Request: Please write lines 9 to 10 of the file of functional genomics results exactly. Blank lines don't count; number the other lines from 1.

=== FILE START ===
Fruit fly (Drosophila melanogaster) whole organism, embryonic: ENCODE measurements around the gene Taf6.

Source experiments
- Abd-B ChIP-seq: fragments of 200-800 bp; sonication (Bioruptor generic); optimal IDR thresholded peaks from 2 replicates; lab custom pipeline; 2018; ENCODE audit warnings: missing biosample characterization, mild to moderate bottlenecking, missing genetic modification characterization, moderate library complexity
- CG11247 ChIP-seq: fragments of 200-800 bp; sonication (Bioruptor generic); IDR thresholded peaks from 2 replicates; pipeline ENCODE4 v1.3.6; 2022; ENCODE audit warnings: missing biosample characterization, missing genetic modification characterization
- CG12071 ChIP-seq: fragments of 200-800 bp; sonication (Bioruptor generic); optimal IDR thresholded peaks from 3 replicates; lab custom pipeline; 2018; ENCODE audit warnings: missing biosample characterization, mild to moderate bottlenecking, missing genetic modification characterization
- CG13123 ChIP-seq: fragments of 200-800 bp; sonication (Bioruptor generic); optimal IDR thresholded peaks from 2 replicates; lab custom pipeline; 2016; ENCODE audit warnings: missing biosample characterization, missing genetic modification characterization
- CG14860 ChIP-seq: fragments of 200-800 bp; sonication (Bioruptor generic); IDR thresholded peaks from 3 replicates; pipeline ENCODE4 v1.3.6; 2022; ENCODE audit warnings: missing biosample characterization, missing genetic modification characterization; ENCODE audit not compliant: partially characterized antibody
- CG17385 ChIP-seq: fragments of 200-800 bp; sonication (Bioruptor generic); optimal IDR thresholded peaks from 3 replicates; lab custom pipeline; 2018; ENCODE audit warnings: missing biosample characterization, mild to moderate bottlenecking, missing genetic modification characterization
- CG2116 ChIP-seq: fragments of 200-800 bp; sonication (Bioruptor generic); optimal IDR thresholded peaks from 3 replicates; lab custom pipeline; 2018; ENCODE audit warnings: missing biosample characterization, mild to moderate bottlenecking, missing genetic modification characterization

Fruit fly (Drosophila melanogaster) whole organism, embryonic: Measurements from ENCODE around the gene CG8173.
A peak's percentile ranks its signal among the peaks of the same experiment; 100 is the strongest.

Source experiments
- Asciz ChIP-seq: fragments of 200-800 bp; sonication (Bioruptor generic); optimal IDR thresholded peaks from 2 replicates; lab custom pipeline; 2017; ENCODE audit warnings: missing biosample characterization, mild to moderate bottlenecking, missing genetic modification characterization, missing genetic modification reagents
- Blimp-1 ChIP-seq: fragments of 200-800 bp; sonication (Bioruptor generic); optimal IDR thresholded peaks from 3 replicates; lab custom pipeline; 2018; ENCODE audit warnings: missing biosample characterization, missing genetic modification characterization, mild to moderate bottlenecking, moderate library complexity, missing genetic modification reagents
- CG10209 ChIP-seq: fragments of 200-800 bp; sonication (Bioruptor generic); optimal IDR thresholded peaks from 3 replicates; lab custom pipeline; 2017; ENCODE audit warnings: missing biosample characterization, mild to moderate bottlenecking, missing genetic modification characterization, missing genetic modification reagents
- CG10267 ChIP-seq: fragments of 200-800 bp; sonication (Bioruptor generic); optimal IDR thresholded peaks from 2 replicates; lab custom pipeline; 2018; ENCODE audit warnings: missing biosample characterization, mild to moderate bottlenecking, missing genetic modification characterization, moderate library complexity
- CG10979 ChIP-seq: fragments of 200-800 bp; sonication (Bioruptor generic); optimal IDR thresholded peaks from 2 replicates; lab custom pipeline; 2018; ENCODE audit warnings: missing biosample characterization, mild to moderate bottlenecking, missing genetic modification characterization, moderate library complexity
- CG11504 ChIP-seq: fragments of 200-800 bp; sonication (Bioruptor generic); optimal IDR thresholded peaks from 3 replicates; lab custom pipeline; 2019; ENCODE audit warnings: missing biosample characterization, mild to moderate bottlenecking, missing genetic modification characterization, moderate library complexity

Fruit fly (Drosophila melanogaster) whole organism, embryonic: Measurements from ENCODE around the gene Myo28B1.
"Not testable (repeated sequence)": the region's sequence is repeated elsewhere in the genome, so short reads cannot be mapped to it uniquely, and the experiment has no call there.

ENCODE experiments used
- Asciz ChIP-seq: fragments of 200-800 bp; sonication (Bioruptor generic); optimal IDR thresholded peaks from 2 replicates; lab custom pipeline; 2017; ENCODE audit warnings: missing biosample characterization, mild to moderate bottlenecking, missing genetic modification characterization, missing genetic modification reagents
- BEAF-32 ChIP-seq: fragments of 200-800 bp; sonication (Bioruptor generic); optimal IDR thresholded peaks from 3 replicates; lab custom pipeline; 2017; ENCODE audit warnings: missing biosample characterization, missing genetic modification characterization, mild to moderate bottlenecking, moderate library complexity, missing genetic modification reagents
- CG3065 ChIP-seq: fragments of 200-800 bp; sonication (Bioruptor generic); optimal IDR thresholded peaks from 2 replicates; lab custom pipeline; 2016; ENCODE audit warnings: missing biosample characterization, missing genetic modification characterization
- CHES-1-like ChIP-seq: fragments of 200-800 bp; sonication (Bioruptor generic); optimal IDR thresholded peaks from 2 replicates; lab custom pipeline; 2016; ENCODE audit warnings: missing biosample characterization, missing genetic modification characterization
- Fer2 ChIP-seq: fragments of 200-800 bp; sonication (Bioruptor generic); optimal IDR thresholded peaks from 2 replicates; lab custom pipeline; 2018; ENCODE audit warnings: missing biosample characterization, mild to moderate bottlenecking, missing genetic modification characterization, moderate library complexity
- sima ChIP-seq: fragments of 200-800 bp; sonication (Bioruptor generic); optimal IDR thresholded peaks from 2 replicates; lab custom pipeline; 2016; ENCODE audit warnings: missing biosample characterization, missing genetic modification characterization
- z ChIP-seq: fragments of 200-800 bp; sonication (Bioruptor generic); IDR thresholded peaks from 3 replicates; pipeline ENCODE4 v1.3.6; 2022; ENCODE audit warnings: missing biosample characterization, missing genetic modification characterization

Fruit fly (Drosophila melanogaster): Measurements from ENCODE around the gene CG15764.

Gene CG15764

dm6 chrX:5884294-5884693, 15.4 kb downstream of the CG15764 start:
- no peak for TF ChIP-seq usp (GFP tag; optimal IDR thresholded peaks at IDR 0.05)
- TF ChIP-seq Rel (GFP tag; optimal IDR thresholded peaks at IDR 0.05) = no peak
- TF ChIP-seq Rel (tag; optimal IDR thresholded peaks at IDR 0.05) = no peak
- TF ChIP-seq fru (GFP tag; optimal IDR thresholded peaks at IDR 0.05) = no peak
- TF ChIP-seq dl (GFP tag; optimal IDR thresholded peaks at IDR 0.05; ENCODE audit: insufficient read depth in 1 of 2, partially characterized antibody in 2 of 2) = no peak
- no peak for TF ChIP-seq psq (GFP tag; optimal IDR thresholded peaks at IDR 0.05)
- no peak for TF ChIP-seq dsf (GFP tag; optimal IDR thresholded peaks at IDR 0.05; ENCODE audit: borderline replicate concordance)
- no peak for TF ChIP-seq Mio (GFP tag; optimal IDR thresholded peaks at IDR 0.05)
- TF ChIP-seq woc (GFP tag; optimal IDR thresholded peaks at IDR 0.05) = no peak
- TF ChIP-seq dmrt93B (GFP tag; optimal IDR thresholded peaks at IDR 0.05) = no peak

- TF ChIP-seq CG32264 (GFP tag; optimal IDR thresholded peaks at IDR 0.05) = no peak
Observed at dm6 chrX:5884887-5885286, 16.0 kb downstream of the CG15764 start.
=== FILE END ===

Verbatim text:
- CG2116 ChIP-seq: fragments of 200-800 bp; sonication (Bioruptor generic); optimal IDR thresholded peaks from 3 replicates; lab custom pipeline; 2018; ENCODE audit warnings: missing biosample characterization, mild to moderate bottlenecking, missing genetic modification characterization

Fruit fly (Drosophila melanogaster) whole organism, embryonic: Measurements from ENCODE around the gene CG8173.